Learn More About Colombia Through a Film Fest

BANGKOK — In Thailand little is known about Colombia beyond its reputation for organized crime and cocaine. But the South American nation also boasts impressive nature, world-class literature and vibrant traditional dances.

At Colombia Film Festival, the first of its kind in the region, four films will be screened to give a glimpse of other sides of Colombian life.

Shot over a period of five years and showing Colombia from coast to coast — from the Amazon rainforest through to the Pacific Coast and Malpelo Island — the unique biodiversity and rich natural splendour of Colombia are brought to the screen in the 2015 documentary “Colombia, Wild Magic.”

Directed by Mike Slee, who is known for films about the environment and pushing the limits of new technology, the documentary became the most watched film in Colombian cinematic history.

Fans of celebrated Colombian novelist Gabriel García Márquez can enjoy some magic realism in “Of Love and Other Demons” (2009), based on novel of the same name, about a girl who gets bitten by a dog and develops rabies which causes her to act as if she is possessed.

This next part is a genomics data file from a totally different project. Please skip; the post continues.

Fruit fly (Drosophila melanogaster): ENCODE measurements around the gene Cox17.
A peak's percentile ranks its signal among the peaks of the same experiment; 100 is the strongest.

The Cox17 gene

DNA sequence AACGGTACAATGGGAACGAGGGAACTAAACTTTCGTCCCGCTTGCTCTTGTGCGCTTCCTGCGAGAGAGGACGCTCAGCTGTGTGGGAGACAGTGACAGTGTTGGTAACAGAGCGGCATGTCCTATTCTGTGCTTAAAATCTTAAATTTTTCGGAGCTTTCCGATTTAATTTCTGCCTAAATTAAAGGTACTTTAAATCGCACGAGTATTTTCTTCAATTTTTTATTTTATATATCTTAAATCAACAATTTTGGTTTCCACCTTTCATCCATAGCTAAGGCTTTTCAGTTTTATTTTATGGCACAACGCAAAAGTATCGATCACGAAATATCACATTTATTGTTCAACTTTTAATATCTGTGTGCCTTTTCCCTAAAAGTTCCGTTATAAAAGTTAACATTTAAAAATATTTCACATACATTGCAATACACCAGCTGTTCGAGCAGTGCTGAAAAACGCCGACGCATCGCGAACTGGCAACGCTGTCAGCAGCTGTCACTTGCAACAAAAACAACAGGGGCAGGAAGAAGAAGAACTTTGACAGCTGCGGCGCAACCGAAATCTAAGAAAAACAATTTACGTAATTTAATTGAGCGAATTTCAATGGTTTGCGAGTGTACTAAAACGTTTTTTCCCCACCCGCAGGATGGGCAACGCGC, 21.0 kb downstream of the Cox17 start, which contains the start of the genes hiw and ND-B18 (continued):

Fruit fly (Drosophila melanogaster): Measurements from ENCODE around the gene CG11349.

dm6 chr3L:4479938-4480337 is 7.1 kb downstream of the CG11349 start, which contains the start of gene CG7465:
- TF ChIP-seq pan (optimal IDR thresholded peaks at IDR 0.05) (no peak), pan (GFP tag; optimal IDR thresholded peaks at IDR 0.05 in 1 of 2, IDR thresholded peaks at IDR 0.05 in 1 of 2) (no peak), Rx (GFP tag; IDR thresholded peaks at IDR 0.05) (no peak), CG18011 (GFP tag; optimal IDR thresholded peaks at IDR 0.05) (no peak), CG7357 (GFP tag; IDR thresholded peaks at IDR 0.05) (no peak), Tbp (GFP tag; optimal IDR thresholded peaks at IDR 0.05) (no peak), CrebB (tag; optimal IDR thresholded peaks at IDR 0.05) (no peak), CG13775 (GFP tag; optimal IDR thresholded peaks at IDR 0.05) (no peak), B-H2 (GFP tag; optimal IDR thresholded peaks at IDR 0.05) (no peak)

The festival also includes a drama previously screened at Cannes which centers around a young refugee who goes to live with her estranged uncle at a guesthouse in “La Sirga” (2012).

Colombia Film Festival concludes with “Porro Made in Colombia” (2016), a musical documentary on Porro, a style of folk dance that is unique to the South American nation.

The schedule is available online. Tickets are 120 baht per movie or tickets for the final three films can be purchased as a special package for a bargain 300 baht. They can be bought through the festival Facebook page. All films will be shown with subtitles in both English and Thai.

The four-day festival,  hosted by HAL Distribution and the Embassy of Colombia, starts on July 22, before taking a break and then running again from July 27 until July 29, at Esplanade Cineplex Ratchada, a few-minutes walk from MRT Thailand Cultural Centre’s exit No. 3.